April is National Autism Awareness Month. It might not be something that you’re aware of. You might not know that one in 88 children in the U.S. is affected by autism.
And then again, you might know someone whose life has been touched by autism. If you do, you might also know that with the challenges that autism brings, it also brings a unique point of view.
Witness the work of Akeem Bonaparte. Together with the Josephine Herrick Project, a non-profit organization that works to enhance lives through photography, Akeem, a young photographer with autism, produced “Downtown Manhattan,” a beautiful Blurb book. The book was recently featured on the website Humans of New York and garnered over 6,000 hits.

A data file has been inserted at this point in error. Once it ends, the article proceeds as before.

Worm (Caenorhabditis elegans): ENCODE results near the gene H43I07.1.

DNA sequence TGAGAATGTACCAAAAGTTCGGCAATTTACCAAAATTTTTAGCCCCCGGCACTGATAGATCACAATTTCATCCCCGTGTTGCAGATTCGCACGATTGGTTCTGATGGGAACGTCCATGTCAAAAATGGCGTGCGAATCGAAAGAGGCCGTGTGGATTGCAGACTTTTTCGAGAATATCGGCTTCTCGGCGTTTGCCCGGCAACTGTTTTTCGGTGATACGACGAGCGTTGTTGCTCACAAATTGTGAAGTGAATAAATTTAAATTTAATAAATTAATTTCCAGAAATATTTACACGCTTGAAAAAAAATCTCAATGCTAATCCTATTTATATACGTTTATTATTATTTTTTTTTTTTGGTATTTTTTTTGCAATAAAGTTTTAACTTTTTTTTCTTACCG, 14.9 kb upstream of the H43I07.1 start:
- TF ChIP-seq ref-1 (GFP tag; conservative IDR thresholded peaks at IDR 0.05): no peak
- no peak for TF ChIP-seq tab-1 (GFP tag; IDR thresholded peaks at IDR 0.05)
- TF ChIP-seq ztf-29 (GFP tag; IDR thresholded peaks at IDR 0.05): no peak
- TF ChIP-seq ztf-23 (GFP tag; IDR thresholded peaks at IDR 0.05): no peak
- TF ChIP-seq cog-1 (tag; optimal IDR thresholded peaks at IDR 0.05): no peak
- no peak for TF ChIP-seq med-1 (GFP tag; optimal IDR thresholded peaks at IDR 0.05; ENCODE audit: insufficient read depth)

Take a moment and flip through it. Akeem’s sharp, unvarnished observations will have you looking at the world around you with new eyes. You may see a photo of South Street Seaport on cold winter’s day. Akeem sees something different: “…there are streaming blue waves…it makes you feel like it’s a beautiful day.”
To Akeem, light-filled windows on buildings look like open books, a hospital is the color of a bar of chocolate “that you just want to eat,” the statue of the charging bull on Bowling Green looks “shiny” and “angry.”
Thanks for opening our eyes, Akeem. We love your book.